Con­sider the fol­low­ing scen­ario: In cer­tain situ­ations, a white child raised in poverty may have more op­por­tun­it­ies or face less scru­tiny be­cause of be­ing born white, but both the white child of poverty and the Latino child of priv­ilege each face unique is­sues. In eval­u­at­ing dif­fer­ences, shouldn’t all dif­fer­ences in­clud­ing eco­nom­ic be ex­plored for po­ten­tial bi­as?

The Eco­nom­ics

The premise of so­cioeco­nom­ic is­sues be­ing a level of di­versity does not ig­nore the com­plex his­tory of the United States or the cur­rent is­sues of im­mig­ra­tion af­fect­ing more than simply those cross­ing the bor­ders of Texas, Cali­for­nia, or Ari­zona. It is im­per­at­ive to ac­know­ledge mis­ce­gen­a­tion laws that placed blacks at the bot­tom of the class sys­tem, lower than white in­den­tured ser­vants who had lived peace­fully with blacks be­fore those laws.

My own par­ents, who were both born in Little Rock, Arkan­sas, were in high school dur­ing the time of the Little Rock Nine and ex­per­i­enced firsthand the ra­cial ten­sion, so­cial up­heav­al, and civil un­rest. Giv­en that we are not yet a “post-ra­cial” so­ci­ety as some may sug­gest, there must be an ac­know­ledg­ment of sys­tem­ic bi­as and overt or subtle ra­cism that im­pacts un­der-rep­res­en­ted groups re­gard­less of their class. This premise only al­lows that di­versity has many lay­ers of com­plex­ity.

Even armed with edu­ca­tion, nav­ig­at­ing cor­por­ate Amer­ica and the many un­spoken rules can be chal­len­ging for any­one, but even more so for one with lim­ited ex­pos­ure, ac­cess, or spon­sor­ship. Charles Mur­ray ex­plores the white lower class and the de­clin­ing middle class in his book Com­ing Apart: The State of White Amer­ica, 1960­”“2010. The priv­ileged ma­jor­ity will re­main power­ful for many gen­er­a­tions to come be­cause of the wealth they hold, of­ten due to the com­plic­ated ac­quis­i­tion of land by their fore­fath­ers that blacks and oth­ers, even those well edu­cated and priv­ileged, will nev­er have ac­cess to. There is only so much prime ocean­front prop­erty to be ac­quired.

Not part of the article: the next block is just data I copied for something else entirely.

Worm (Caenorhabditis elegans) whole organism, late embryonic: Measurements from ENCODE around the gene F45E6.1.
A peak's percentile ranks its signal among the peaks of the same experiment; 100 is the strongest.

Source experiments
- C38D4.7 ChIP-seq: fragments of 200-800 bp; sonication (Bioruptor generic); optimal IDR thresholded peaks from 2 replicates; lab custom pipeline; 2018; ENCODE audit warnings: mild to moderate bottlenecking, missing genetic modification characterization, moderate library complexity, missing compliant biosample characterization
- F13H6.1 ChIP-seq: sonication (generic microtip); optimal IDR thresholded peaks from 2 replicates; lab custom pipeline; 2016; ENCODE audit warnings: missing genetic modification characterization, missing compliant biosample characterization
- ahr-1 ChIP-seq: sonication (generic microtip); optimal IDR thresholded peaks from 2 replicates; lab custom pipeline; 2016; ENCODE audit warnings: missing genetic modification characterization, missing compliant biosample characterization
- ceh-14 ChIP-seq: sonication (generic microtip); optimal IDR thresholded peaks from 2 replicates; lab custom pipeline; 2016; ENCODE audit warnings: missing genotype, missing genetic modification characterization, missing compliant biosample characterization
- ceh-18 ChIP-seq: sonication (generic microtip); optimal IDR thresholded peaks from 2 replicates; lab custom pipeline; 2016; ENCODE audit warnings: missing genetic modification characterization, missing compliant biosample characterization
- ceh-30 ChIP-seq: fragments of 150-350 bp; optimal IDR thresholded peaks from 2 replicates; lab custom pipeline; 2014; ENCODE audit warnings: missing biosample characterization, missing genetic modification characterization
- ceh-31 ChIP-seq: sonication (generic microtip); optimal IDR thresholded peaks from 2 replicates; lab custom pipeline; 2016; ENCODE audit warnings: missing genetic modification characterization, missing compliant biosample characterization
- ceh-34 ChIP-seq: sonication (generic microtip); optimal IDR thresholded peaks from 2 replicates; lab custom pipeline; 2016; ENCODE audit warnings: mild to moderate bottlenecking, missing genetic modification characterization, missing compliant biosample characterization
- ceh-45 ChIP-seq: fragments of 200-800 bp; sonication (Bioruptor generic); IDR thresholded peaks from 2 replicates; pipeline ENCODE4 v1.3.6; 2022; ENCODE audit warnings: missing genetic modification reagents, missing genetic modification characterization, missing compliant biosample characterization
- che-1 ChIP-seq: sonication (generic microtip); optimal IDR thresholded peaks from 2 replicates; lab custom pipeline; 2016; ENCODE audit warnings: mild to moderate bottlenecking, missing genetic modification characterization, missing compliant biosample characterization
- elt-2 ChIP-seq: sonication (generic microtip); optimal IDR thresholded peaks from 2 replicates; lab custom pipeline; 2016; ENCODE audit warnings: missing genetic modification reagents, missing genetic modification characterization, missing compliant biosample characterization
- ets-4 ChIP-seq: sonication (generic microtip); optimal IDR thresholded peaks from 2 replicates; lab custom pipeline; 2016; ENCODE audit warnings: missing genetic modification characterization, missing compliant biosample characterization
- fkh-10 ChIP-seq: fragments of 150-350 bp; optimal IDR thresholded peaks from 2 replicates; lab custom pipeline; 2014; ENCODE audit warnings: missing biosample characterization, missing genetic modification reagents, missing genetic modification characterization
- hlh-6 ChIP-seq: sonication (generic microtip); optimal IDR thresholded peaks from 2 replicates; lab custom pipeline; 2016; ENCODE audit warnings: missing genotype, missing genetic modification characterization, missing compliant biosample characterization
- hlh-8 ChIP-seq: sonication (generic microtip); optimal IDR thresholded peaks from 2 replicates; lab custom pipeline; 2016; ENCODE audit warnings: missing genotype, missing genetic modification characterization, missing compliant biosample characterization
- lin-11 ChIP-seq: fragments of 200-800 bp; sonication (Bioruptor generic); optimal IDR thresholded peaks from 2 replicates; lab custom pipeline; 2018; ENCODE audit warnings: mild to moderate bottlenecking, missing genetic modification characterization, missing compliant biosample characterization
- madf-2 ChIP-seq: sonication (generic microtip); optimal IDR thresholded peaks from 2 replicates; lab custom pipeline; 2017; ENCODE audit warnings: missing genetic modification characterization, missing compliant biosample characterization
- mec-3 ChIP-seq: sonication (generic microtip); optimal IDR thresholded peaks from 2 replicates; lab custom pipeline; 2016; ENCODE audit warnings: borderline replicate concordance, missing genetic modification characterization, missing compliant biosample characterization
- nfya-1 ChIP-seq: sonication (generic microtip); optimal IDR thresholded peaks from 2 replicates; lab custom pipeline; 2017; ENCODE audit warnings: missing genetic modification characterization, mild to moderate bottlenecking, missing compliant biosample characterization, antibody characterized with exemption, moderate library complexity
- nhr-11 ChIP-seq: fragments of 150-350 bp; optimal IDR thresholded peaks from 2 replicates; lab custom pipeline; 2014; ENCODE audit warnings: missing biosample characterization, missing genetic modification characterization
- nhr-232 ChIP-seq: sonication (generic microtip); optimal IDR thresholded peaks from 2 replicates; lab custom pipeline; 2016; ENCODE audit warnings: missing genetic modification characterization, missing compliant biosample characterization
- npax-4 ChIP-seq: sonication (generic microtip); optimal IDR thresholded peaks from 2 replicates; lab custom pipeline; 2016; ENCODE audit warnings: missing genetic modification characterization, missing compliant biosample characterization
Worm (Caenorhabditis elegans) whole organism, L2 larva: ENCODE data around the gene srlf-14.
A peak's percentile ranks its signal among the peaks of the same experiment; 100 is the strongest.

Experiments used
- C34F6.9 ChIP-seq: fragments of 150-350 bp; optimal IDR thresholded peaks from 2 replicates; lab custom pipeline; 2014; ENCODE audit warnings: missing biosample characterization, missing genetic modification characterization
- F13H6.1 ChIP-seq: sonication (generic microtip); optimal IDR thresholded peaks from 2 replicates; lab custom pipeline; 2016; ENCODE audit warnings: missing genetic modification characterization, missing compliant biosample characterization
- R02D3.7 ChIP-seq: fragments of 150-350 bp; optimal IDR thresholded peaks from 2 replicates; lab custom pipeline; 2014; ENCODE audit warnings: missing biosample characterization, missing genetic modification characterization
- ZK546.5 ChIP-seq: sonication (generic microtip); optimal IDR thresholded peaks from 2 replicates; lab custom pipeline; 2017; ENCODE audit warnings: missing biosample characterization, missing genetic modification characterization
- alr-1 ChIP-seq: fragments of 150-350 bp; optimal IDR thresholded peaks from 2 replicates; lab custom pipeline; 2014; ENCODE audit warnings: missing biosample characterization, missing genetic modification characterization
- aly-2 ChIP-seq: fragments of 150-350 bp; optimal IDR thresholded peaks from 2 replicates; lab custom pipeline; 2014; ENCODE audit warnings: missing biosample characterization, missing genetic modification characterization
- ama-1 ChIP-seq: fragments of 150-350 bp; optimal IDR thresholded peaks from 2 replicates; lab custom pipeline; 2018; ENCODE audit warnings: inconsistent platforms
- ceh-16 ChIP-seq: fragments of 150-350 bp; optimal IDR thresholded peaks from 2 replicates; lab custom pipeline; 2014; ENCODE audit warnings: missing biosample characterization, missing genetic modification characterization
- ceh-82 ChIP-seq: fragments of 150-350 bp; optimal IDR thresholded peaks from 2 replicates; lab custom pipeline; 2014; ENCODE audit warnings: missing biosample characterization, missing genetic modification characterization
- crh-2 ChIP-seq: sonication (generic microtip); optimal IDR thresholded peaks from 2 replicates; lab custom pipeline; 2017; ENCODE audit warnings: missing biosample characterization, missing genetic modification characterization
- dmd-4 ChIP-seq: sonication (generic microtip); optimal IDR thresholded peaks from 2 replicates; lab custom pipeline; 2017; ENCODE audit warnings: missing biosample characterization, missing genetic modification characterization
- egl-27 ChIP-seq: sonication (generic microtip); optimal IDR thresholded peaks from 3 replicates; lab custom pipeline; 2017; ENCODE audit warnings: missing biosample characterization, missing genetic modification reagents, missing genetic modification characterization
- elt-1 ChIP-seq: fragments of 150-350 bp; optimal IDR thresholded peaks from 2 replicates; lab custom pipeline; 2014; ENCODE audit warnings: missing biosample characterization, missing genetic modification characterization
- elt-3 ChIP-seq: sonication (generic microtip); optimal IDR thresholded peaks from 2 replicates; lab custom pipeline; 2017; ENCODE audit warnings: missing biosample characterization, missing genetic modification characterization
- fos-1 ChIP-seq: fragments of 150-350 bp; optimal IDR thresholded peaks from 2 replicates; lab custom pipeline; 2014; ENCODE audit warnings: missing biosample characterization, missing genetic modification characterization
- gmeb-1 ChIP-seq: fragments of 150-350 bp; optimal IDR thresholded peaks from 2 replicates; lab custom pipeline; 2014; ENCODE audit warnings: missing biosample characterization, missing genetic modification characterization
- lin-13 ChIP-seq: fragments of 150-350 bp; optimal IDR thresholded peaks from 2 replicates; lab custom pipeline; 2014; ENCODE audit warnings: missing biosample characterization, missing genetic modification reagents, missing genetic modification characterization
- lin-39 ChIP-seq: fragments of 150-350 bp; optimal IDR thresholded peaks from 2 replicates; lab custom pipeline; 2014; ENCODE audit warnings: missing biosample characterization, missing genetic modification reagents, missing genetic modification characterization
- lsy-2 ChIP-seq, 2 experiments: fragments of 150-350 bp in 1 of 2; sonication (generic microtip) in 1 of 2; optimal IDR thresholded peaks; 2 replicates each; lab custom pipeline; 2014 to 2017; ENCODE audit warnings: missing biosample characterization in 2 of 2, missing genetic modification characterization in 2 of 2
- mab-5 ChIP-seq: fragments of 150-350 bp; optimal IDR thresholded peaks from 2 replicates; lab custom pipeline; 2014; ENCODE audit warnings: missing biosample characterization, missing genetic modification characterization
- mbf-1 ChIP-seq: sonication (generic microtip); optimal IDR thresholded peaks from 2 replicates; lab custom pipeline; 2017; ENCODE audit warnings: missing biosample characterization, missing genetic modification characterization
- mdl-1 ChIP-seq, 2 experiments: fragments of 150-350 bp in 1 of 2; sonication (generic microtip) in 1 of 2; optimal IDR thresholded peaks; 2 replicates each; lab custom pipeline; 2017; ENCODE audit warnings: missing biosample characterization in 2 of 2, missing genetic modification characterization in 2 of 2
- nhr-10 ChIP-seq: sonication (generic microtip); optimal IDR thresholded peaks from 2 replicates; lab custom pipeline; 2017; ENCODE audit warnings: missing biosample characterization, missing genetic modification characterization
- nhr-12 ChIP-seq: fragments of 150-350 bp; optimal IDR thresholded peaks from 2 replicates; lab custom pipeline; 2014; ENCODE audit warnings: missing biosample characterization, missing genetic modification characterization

If you have already been ex­posed to travel, ex­ec­ut­ive role mod­els, and qual­ity life and edu­ca­tion, you may have a nat­ur­al, au­then­t­ic ex­ec­ut­ive pres­ence that provides you a head start. Fam­ily his­tory or leg­acy can trans­late in­to ap­pro­pri­ate con­nec­tions. This could also be in­ter­preted as the dark side of as­sim­il­a­tion, but we know that ment­or­ing is not enough; it’s about spon­sor­ship, who you know and who knows you. In most pro­grams that want to see the ad­vance­ment of the di­verse pop­u­la­tion, par­ti­cipants tend to be over-ment­ored and un­der-sponsored based upon ac­cess.